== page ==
What is your view on Swale Councillor Andrew Bowles’ retweet describing Islamophobic extremist ‘Tommy Robinson’ as a ‘patriot’. Was Bowles’ half-day social media training course and 13-day suspension from the Conservative party an adequate response? I was horrified but, if I am honest, not surprised by Cllr Bowles’s retweet. The action taken by the Conservative party was wholly inadequate and its short length was entirely driven by political expediency.
Are you happy with policing in the town? If not, how would you improve it and deal with crime and antisocial behaviour? No, but this is another product of Tory austerity with massive cuts in budgets and police numbers. We need more visible policing in the town but real change will only come with a change of government. Locally we can try to reduce the impact of these problems by improving the provision of youth services, working with the police on establishing local priorities, better and more visible neighbourhood policing and encouraging things like neighbourhood watch schemes.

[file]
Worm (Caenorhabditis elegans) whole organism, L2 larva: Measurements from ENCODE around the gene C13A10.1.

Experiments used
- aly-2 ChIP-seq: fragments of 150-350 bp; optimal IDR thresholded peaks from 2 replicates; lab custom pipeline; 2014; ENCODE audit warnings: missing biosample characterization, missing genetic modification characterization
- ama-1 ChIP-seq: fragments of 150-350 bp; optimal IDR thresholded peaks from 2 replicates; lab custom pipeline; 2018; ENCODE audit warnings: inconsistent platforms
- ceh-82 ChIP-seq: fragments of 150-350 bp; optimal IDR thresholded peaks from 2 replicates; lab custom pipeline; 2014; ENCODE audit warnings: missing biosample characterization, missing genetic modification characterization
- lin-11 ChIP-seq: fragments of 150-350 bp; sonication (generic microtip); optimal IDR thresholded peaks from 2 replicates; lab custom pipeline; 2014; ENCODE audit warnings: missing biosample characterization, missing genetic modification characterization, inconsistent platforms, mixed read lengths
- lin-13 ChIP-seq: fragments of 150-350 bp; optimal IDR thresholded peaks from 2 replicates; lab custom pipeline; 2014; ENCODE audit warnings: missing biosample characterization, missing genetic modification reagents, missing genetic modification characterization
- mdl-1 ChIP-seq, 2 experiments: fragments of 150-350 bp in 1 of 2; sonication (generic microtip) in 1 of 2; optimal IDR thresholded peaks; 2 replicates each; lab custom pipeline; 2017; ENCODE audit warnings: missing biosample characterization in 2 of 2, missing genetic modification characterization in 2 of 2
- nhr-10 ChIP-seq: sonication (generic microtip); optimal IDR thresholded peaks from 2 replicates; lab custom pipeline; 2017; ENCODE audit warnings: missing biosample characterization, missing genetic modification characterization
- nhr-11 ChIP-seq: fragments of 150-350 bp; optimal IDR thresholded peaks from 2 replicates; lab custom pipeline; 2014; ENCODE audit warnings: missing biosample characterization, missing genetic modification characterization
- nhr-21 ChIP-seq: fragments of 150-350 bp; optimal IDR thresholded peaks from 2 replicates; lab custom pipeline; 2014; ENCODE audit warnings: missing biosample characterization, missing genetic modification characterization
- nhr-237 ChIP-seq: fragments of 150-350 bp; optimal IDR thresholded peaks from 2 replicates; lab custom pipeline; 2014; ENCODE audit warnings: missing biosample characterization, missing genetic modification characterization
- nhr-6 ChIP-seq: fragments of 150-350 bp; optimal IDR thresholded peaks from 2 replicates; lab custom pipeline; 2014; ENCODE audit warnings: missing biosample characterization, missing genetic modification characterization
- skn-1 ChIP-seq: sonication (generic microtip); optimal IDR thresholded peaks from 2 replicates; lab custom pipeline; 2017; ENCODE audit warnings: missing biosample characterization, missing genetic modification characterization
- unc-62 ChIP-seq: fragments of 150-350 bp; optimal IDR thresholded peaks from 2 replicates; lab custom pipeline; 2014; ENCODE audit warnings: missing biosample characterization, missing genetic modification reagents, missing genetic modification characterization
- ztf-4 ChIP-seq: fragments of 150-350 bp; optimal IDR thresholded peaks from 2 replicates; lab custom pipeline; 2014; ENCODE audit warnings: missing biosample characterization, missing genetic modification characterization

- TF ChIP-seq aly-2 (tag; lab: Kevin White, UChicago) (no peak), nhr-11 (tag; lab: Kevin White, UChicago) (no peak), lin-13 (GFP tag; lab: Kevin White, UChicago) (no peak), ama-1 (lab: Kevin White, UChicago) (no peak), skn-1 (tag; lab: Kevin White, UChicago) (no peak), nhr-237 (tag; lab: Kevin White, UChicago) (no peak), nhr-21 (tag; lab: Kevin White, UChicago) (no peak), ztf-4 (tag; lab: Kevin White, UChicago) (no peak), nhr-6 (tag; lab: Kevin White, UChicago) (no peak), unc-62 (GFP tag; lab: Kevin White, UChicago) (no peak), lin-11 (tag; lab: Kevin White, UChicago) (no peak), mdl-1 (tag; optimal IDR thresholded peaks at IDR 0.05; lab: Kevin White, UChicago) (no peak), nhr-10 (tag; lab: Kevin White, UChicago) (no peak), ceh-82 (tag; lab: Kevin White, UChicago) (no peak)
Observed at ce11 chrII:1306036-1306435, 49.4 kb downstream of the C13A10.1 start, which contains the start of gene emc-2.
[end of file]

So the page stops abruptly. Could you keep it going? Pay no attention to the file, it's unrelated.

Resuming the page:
As a current councillor, what have you done to address air pollution problems in Faversham? Or, as a candidate, how should air quality problems be solved? Labour is supporting the 20s Plenty campaign and weight restrictions and better signage to control heavy lorries passing through the town. We would evaluate air pollution when deciding planning applications. Accelerate progress towards determining, monitoring and dealing with hotspots of damaging air pollution. Encourage more cycling and walking to reduce car use.